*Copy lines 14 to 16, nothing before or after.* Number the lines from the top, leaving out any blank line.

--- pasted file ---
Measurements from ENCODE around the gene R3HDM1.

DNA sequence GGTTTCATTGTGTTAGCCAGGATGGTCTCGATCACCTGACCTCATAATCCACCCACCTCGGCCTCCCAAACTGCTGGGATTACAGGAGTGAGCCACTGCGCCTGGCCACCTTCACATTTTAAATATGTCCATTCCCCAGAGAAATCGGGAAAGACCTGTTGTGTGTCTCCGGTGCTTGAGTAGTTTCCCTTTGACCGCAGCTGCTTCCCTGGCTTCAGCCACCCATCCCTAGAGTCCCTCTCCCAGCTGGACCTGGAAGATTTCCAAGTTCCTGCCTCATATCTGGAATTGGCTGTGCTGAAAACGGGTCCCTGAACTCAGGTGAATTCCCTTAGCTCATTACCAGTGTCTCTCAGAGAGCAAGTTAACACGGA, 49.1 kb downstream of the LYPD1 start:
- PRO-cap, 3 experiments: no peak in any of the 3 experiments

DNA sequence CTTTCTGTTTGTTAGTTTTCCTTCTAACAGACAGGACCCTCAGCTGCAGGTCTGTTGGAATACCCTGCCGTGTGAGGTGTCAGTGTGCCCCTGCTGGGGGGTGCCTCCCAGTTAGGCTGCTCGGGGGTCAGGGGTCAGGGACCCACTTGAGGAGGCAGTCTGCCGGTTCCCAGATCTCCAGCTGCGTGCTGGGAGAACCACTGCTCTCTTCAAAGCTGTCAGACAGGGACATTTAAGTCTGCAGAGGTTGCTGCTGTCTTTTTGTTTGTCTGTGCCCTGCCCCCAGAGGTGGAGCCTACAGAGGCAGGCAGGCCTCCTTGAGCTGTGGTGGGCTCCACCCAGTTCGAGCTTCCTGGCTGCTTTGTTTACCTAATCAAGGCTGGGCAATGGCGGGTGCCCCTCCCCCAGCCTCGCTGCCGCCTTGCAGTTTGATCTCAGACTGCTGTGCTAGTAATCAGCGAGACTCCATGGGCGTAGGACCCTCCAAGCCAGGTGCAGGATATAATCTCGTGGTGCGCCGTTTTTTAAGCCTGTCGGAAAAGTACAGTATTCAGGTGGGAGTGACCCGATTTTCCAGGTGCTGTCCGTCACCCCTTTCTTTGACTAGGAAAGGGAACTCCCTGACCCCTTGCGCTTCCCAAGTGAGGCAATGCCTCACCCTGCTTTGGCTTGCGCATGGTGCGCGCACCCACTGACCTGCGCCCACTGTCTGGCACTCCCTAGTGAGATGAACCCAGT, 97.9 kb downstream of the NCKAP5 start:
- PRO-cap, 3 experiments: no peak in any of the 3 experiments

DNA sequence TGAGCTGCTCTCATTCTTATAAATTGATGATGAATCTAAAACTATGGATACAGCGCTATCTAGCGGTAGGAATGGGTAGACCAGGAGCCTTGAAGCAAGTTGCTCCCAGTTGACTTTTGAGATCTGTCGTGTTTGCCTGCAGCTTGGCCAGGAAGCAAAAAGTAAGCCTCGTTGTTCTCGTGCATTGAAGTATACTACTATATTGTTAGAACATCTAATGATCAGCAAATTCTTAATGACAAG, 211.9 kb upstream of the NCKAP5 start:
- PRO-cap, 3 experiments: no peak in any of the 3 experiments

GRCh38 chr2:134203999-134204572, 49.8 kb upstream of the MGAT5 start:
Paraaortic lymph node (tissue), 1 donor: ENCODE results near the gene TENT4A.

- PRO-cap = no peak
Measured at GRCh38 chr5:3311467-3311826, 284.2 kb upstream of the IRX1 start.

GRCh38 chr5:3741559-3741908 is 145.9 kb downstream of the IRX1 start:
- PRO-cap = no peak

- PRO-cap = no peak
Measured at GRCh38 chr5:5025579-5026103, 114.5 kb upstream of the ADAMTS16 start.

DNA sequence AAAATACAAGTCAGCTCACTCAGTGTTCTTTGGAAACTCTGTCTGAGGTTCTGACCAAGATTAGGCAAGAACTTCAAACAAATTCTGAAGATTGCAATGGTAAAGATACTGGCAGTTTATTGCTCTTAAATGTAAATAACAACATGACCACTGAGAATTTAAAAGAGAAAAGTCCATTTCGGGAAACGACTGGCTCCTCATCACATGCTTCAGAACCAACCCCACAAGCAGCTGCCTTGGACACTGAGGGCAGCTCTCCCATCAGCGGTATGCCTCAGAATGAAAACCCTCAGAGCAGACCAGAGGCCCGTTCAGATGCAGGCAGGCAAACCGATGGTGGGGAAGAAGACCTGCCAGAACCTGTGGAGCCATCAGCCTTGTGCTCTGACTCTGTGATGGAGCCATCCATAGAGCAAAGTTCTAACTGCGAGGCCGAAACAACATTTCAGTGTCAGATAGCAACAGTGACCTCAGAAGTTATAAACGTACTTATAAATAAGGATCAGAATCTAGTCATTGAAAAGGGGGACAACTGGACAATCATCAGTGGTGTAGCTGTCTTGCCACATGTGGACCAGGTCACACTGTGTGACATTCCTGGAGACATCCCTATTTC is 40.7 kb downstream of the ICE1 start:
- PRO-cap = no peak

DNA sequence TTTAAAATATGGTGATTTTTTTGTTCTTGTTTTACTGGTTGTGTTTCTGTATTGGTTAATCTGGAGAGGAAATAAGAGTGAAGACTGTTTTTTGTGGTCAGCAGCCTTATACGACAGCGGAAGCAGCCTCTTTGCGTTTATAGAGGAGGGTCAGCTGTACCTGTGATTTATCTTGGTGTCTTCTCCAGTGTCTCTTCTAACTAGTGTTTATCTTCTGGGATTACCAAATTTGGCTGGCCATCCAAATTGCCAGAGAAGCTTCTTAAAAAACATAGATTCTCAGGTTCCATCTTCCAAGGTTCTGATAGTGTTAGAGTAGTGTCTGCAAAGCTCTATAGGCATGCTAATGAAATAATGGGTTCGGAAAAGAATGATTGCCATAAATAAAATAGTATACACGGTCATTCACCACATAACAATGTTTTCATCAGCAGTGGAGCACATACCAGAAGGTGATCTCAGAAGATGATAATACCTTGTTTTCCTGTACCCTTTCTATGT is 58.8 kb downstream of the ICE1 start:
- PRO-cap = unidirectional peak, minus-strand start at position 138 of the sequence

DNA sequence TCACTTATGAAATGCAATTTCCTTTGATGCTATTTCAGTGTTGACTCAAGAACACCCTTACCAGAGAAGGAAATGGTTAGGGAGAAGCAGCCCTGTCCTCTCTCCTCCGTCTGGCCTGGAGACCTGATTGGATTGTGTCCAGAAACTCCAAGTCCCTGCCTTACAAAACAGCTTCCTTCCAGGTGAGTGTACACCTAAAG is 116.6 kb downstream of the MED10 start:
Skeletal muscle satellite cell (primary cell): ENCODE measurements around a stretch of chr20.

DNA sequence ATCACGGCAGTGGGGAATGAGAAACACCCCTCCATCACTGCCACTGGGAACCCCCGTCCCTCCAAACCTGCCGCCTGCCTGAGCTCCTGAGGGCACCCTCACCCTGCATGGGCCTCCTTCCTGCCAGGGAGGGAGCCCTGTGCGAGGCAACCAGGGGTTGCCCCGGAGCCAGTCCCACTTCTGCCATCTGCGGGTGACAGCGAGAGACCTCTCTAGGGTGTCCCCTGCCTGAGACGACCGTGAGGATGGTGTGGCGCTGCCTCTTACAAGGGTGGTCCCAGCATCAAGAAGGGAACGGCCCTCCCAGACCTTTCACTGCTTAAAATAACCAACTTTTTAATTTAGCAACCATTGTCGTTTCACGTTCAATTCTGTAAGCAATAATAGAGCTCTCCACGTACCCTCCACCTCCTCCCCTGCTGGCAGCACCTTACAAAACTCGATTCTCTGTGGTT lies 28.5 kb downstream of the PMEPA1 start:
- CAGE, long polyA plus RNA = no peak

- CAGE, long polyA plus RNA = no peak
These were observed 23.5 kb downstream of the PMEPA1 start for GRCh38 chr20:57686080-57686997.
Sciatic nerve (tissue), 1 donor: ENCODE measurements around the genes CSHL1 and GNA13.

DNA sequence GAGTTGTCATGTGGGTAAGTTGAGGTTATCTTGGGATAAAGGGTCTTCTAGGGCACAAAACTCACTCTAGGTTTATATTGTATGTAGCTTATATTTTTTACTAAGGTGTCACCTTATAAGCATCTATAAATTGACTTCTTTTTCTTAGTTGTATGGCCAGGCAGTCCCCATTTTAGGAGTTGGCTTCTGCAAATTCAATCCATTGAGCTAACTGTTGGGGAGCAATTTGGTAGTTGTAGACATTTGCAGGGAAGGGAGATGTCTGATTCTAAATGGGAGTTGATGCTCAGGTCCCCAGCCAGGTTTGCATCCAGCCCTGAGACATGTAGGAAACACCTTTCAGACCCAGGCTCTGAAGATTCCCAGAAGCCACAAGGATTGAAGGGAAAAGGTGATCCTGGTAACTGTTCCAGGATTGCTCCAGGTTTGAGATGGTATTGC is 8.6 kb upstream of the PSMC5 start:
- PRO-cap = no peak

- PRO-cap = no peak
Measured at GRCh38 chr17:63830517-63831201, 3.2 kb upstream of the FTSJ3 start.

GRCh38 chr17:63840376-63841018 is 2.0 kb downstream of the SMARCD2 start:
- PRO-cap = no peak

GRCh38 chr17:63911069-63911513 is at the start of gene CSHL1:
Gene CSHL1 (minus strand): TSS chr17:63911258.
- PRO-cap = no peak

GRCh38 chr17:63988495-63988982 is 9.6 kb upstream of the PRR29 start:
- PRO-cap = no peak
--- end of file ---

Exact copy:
- PRO-cap = no peak
Measured at GRCh38 chr5:5025579-5026103, 114.5 kb upstream of the ADAMTS16 start.

DNA sequence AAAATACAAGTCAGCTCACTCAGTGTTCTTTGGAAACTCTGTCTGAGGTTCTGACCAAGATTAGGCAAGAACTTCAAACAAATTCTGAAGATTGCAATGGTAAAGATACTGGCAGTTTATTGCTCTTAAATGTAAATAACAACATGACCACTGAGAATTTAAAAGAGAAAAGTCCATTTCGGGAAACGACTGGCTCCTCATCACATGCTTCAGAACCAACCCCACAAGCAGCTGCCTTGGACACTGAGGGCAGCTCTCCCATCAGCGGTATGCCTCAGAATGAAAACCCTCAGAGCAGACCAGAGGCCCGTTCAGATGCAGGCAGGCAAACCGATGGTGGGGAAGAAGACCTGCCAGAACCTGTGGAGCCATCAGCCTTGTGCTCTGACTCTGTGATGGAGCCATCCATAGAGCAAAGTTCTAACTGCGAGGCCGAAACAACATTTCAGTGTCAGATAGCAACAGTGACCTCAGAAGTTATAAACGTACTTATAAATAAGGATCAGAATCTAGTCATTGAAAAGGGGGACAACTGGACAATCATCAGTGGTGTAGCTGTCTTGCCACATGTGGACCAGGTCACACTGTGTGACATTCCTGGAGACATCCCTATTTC is 40.7 kb downstream of the ICE1 start: